The problem, with keeping a very tight narrow minded approach to both life and education is lack of life skills.
    I think this country rates the old boys network as important, but as you say that network does not necessarily have the respect in EU countries.
    I feel great sympathy for those struggling with the after shock of this virus.
    I see the problems being caused by this ideal, as lacking understanding and respect to anyone out of the group.
    As a Conservative remarked today, you will have to wait for the next ballot box.
    Education is something you work for, not a privilege that sets you above others.

  • @ Fiona Well, maybe people ought to keep up with the news. It’s time for a reappraisal, Fiona.

    “The University of St Andrews has beaten Oxford for the first time in the Guardian’s 2020 University league tables. The Scottish university came in second place, while Cambridge took the overall top spot. The rankings are based on data tied to institutional performance and student outcomes across UK universities”. The Guardian.

    Of course, if you’re a Scottish resident think about the fees, something I could never
    “Agree with Nick” about however sorry he may have said he was later.

    @ Helen Dudden “Education is something you work for, not a privilege that sets you above others”. I agree, Helen, but with a rider.

    One of my most precious possessions is a technical Geology book (with his notes and annotations) bought by my Granddad out of his first wages when he went down the pit aged twelve at Hetton-le-Hole in 1900. He wanted to understand his new environment.

    Education shouldn’t be an expensive privilege for the privileged who can afford it. It should be a right for all.

  • Michael Mullaney 20th Nov '20 - 1:49am

    Very good article David!

  • Ian Sanderson – I think you will find that Oxford dominates because it offers PPE (Philosophy, Politics and Economics). Although each of those subjects is offered separately at Cambridge it is the combination which is popular with would-be politicians. It also adds to the general culture at Oxford and has an impact on students studying other subjects.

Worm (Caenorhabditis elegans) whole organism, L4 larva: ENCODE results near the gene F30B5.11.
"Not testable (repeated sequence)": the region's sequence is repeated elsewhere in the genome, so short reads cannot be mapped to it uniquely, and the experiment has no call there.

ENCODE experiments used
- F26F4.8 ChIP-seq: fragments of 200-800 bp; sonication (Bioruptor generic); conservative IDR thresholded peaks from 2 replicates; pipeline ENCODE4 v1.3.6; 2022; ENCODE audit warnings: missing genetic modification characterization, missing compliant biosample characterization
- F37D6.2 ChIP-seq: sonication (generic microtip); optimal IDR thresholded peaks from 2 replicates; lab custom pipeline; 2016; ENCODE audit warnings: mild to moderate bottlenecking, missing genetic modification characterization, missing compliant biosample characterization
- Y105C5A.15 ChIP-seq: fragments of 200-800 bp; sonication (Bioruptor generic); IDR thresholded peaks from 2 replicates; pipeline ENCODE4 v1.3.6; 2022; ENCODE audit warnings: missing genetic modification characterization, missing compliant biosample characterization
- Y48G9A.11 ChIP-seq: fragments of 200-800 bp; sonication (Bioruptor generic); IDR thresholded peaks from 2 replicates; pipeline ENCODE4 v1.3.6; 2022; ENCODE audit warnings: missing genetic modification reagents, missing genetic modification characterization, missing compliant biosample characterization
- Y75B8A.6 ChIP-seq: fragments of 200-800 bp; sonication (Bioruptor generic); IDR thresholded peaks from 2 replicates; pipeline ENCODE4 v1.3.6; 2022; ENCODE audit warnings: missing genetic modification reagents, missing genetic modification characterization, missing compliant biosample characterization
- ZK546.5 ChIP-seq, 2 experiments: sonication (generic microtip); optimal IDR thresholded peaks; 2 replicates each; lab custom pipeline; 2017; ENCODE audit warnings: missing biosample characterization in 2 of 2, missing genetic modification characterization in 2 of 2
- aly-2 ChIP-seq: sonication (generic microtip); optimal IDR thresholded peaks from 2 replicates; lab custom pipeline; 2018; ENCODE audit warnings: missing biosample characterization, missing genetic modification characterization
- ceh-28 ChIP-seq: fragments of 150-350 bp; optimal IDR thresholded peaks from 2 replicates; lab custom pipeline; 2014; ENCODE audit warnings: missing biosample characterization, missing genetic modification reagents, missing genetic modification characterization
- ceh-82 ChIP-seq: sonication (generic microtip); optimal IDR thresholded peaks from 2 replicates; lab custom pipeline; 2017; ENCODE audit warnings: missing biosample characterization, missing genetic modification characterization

• Jenny Barnes 20th Nov '20 - 10:17am

    Oxford offers PPE. It’s strange that most of our politicians either don’t understand, or pretend not to, any of those disciplines.

  • Helen Dudden 20th Nov '20 - 10:45am

    David Raw. I agree on most of what you say.
    My grandfather was one of 16 children, all wanted and loved. Two, lost their lives in a pit accident in Radstock mines many years ago.
    You don’t have to go to Eton, and one of my cousins was a lecturer in Oxford on Mathematics. He would give me the copies of the National Geographic that were read. That started my love of learning.
    I think life takes you where you want to go, it’s wanting to do it.
    I find this government arrogant and thoughtless in the treatment of those struggling.

  • Johnson didn’t do PPE. He won a scholarship to read Literae Humaniores at Balliol – a four-year study of the Classics, ancient literature and classical philosophy. He got a Second.

    As far as I know the course doesn’t include any recommendations from Homer or Vergil on how to deal with a pandemic, although B.J. no doubt reflects that in Dante’s Inferno Virgil appears as the author’s guide through Hell and Purgatory.

  • Richard Underhill 20th Nov '20 - 12:15pm

    ? Need some quiz questions?
    Catch up on the Menshevik revolution: they abolished capital punishment, which was restored by Lenin after the Bolshevik revolution
    Lucy Worsley (Royalist) is on BBC2 at 21:00.

  • David Raw – my point was that Oxford attracts those who want to go into politics via PPE, and that has an impact on the culture across the whole university.